It is clear that "[i]n the tax arena, deductions are neither matters of right nor equity. They are exclusively items of legislative grace. Deductions in the code are not found by weighing or balancing equities; they are discovered by a parsing of the legislative language, and, in the case of an ambiguity, a review of the legislative history." Dosher v. U.S., 730 F.2d 375, 376 (5th Cir.1984). Therefore, a particular expense is not tax deductible unless there is a specific statutory authorization for such deduction. Thus, before determining the type of deduction which a bankruptcy estate of an individual may take as a result of its payment of accrued administrative expenses, the Court must first determine if the Internal Revenue Code provides any deduction at all for such payments.
26 U.S.C. ╖ 1398 provides the general rules for the taxation of Chapter 7 and Chapter 11 bankruptcy estates in which the debtor is an individual. The general rule regarding deductions available to a bankruptcy estate is articulated in 26 U.S.C. ╖ 1398(e)(3) which provides:
[E]xcept as othe7zuise provided in this section., the determination of whether or not any amount paid or incurred by the estate is allowable as a deduction shall be made as if the amount were paid by the debtor, and as if the debtor was still engaged in the trades and business, and in the activities, the debtor was engaged in before the commencement of the case. (emphasis added)
This general rule simply provides that a bankruptcy estate is only entitled to a deduction if the debtor would have been able to take such a deduction on her individual return. While this statute makes accessible to a bankruptcy estate those types of deductions which might ordinarily arise in the life or business of any individual, it obviously does not contemplate the concept of an administrative expense - an expense which would not arise but for the filing of a bankruptcy case. In recognition of that problem, the Internal Revenue Code provides a specific exception to this general rule in 26 U.S.C. ╖ 1398(h)(1) which states:
Any administrative expense allowed under section 503 of title 11 of the United States Code, and any fee or charge assessed against the estate under chapter 123 of title 28 of the United States Code, to the extent not disallowed under any other provisions of this title, shall be allowed as a deduction.
In its post-hearing brief, the IRS argued that the above section should be considered as the general rule and that ╖ 1398(e)(3) should be applied as a limitation on that general rule. However, that statutory construction cannot withstand scrutiny. It not only ignores the clear prefatory language with which the text of ╖ 1398(e)(3) begins, "[E]xcept as otherwise provided in this section," it ignores the raison d'etre for the existence of ╖ 1398(h)(1) - to insure that administrative expenses are deductible, notwithstanding the fact that they would never ordinarily ═ arise in the trade or business of the debtor. The statutory construction offered by the IRS in this context is self-serving and faulty. ╖ 1398(h)(1) recognizes the deductibility of paid administrative expenses, notwithstanding the general rule cited in ╖ 1398(e)(3) for making determinations as to the deductibility of certain payments.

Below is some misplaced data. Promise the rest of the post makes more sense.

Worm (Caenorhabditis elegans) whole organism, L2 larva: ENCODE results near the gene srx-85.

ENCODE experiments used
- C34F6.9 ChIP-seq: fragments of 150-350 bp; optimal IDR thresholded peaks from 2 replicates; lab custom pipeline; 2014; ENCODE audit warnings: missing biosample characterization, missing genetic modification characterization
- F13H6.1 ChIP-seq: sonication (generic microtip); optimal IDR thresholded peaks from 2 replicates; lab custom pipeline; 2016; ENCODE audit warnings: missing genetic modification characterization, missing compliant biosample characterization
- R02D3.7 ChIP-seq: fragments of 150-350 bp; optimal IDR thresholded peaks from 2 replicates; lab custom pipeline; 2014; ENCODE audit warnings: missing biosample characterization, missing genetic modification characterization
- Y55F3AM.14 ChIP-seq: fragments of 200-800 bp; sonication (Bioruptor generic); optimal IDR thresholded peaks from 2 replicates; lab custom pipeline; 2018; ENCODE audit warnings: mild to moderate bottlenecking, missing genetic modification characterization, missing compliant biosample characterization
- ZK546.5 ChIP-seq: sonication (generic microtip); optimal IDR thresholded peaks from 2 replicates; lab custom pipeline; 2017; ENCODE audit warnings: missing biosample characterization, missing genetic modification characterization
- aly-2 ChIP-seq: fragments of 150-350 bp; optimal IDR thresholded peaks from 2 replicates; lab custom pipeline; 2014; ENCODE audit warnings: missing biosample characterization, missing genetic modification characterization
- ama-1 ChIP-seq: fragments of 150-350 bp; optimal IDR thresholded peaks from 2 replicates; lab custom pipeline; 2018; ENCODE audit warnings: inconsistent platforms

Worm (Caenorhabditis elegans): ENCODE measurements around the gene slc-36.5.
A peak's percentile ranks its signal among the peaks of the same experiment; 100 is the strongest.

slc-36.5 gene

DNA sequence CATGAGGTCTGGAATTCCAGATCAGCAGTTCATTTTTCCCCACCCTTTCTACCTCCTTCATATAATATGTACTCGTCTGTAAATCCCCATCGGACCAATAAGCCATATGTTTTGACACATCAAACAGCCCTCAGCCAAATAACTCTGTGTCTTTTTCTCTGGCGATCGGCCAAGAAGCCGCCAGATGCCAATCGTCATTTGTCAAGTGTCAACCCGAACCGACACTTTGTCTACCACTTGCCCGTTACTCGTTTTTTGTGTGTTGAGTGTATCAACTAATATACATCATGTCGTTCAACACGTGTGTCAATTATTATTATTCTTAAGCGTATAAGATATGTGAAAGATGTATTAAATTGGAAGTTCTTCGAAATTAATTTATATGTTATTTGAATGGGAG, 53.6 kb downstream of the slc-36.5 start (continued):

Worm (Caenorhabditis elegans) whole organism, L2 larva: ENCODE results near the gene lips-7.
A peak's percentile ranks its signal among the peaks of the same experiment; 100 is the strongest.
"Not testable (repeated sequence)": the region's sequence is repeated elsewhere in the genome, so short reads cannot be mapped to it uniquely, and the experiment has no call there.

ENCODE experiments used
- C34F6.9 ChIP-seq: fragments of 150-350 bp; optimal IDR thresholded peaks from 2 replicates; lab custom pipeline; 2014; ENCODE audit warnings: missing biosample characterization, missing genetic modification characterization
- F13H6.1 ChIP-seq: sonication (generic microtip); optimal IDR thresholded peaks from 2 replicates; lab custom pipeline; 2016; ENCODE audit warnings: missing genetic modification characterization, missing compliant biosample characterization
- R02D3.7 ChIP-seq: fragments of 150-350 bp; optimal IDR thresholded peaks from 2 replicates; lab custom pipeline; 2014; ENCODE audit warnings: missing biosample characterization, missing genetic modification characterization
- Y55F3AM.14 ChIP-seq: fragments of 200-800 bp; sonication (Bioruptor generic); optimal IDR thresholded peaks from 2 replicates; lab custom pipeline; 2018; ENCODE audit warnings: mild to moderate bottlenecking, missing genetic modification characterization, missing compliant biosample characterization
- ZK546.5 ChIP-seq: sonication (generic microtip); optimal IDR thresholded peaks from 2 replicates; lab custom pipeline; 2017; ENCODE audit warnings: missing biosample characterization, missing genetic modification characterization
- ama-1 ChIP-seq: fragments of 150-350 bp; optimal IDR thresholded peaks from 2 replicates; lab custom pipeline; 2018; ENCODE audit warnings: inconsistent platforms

Thus, it is clear that an individual Chapter 7 or Chapter 11 bankruptcy estate is entitled to a deduction for administrative expenses. However, the Court must resolve the type and nature of the deduction to which the bankruptcy estate is entitled. Should the deduction be taken "above the line," that is, characterized as a deduction in arriving at adjusted gross income? Or is the administrative expense deduction merely another miscellaneous itemized deduction which may be utilized by a bankruptcy estate only to the extent that the aggregate amount of such expenses exceeds two percent of the adjusted gross income of the estate? 5 The resolution of this dispute must necessarily focus upon the provisions of 26 U.S.C. ╖ 67.
5. 26 U.S.C. ╖ 67(a) states the general rule imposing a two-percent floor on miscellaneous itemized deductions:
In the case of an individual, the miscellaneous itemized deductions for any taxable year shall be allowed only to the extent that the aggregate of such deductions exceeds 2 percent of adjusted gross income.
While 26 U.S.C. ╖ 67(a) espouses the general two-percent rule, it contains exceptions to that general rule. One such exception is set forth in 26 U.S.C. ╖ 67(e) under the title "Determination of adjusted gross income in case of estates and trusts" and which provides, in pertinent part, that:
For purposes of this section, the adjusted gross income of an estate or trust shall be computed in the same manner as in the case of an individual, 6 except that-
(1) the deductions for costs which are paid or incurred in connection with the administration of the estate or trust and which would not have been incurred if the property were not held in such trust or estate . . .
... shall be treated as allowable in arriving at adjusted gross income. 7 Under regulations, appropriate adjustments shall be made in the application of part I of subchapter J of this chapter to take into account the provisions of this section.
6. This language is consistent with that of ╖ 1398(c)(1) which, again, states the general rule that the taxable income of a bankruptcy estate is computed in the same manner as that of an individual.
7. 26 U.S.C. ╖ 63(d)(1) recognizes that a deduction "allowable in arriving at adjusted gross income" is not an "itemized deduction."
There seems to be no dispute among the parties that, as to any other type of estate or trust, other than a bankruptcy estate, this provision accomplishes its apparent intent to allow an estate to take an "above-the-line" deduction for the payment of the expenses which it incurred as a direct result of the administration of such estate. Such a provision recognizes the special character of such expenses and the fact that, though estate income taxes are computed in the same manner as that of a normal individual, these type of expenses arise uniquely in the context of an estate administration. The Trustee asserts that such a rationale equally applies to the administrative expenses incurred by bankruptcy estates and that there is no proper statutory construction under which a bankruptcy estate can be denied the unmistakable benefits of ╖ 67(e). Although no cases specifically addressing this issue could be located by any party or the Court, the Trustee's position and the specific manner in which he utilized the administrative expense deduction is supported by at least one major bankruptcy treatise. 8